How The Kidneys Work
We recently discussed how the bladder works and how the body maintains a fluid balance. Both of these processes are directly linked to the kidneys. These are the organs that maintain your body’s fluid levels, as well as filtering the blood to produce the waste that we call urine.
What are the kidneys?
The kidneys are a pair of organs located just below your ribs towards the back of the torso, either side of the spine. They are around 10-12cm long and 5-7cm wide and the right kidney is slightly lower than the left due to displacement by the liver. The kidneys are fed by the renal arteries, which carries blood to be cleaned. Clean blood leaves the kidneys via the renal veins, while waste leaves via the ureters as urine and flows down to the bladder.
What do the kidneys do?
The kidneys perform a remarkable range of functions that are essential for keeping the body in a healthy, constant state, known as homeostasis. These include:
- Filtering the blood to remove the waste products of metabolism, such as urea and uric acid.
- Maintaining fluid balance within the body
- Regulating minerals such as sodium, potassium, calcium and phosphorous
- Producing hormones that regulate red blood cell production and calcium absorption
- Helping to control blood pressure
- Creating vitamins, such as calcitriol, the active form of vitamin D
The structure of the kidneys
The kidneys have two distinct regions: the dark outer layer called the cortex and a more complex inner region called the medulla. The cortex is used in hormone production while the medulla holds the renal pyramids where filtration takes place. There are around 8-12 pyramids, each containing tens of thousands of nephrons.
How do the kidneys work?
The kidneys filter around 300-400 pints of blood every day with all of your blood passing through around 40 times every 24hrs. The blood enters via the renal artery, which splits into smaller and smaller vessels until it reaches tiny structures called nephrons. There are over a million nephrons in the kidney and each has two parts: the glomerulus and the tubule. The glomerulus filters the blood, then the tubule returns what is needed, such as salts, glucose, amino acids and water, and excretes the rest as urine.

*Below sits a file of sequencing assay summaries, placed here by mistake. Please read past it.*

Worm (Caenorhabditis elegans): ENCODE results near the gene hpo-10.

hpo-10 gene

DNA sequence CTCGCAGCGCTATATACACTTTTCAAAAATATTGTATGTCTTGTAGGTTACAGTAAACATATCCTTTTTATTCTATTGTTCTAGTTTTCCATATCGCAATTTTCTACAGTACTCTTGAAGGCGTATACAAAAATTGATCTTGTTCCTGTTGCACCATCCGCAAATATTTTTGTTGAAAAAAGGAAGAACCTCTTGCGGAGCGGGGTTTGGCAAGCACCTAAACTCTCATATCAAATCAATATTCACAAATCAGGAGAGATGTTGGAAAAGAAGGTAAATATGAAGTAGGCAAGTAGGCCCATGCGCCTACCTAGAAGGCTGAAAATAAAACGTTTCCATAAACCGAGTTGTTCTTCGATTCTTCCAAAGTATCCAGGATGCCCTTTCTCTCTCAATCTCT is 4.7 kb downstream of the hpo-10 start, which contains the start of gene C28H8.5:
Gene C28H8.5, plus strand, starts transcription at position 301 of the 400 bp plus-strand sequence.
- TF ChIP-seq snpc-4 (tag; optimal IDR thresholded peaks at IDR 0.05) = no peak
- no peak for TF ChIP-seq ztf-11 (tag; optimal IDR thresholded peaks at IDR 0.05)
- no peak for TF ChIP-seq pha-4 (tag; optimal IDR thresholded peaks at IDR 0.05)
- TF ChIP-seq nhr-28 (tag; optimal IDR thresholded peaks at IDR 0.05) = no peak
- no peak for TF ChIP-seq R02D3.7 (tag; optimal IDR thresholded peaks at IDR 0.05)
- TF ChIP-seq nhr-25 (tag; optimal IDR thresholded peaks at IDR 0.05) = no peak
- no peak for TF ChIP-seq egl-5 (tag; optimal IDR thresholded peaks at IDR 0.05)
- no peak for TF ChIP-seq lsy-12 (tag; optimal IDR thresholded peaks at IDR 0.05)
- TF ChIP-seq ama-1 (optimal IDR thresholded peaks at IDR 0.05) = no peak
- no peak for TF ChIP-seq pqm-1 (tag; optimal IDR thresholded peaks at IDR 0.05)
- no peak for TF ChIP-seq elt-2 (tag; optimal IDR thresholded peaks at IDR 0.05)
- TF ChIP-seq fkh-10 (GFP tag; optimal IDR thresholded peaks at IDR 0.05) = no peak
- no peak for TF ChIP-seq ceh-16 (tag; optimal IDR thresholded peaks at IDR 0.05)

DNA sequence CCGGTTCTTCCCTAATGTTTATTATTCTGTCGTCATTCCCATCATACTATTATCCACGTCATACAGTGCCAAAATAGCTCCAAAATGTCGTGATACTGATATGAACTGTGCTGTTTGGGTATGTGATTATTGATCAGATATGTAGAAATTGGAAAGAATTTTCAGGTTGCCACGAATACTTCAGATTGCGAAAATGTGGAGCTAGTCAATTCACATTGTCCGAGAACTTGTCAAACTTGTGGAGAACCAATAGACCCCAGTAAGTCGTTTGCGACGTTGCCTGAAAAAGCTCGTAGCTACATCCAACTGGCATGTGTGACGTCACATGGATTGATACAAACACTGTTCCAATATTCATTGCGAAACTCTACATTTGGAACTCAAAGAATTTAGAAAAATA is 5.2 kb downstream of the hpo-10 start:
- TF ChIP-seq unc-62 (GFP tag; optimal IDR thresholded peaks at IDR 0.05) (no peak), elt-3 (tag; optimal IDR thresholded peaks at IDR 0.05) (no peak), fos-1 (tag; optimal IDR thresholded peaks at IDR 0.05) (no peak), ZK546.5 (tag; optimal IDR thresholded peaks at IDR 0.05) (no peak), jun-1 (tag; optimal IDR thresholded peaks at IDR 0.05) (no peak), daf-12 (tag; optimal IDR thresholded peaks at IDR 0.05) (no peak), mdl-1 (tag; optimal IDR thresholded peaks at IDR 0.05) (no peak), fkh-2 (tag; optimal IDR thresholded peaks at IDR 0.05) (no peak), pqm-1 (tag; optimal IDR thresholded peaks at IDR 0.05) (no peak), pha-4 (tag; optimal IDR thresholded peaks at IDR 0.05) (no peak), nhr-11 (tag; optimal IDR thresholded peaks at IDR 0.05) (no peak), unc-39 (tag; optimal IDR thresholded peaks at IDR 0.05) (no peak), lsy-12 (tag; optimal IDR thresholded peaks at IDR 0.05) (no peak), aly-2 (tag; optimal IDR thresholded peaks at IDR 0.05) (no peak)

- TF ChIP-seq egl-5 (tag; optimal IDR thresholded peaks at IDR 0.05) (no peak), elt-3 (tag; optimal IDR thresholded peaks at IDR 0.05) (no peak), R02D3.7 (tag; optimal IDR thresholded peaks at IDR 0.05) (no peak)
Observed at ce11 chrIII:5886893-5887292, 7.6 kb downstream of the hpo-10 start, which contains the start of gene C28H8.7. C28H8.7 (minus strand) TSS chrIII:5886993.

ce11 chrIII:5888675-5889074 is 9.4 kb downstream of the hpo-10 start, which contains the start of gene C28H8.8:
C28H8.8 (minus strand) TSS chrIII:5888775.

The body maintains fluid and electrolyte balance by changing the amount of water and salt that is reabsorbed by the blood after filtration. This is controlled by the hypothalamus and the pituitary gland. If your fluid level drops, a hormone called anti-diuretic hormone is released, which makes the walls of the tubule more permeable, so more water is reabsorbed.
The kidneys and urine
From the 300-400 pints of blood that pass through the kidneys every day, between two and four pints of urine are produced, though this will obviously increase if you drink more. It is important to remember that urine is not just excess water that is being excreted from the body, but also contains a number of waste products. This is why reducing your fluid intake is not a good strategy for managing incontinence, as these waste products can become concentrated and irritate the bladder, making your symptoms feel worse despite there being a lower volume in the bladder.
It is far better to maintain a healthy fluid intake and manage your output using the wide range of Tena incontinence products available from IncoDirect. We can help all ages, from child incontinence pants to discreet Tena incontinence pads. Talk to our team today about the best way to manage your incontinence while keeping your kidneys and bladder healthy. To find out more about Tena incontinence products visit our shop: https://www.incodirect.co.uk/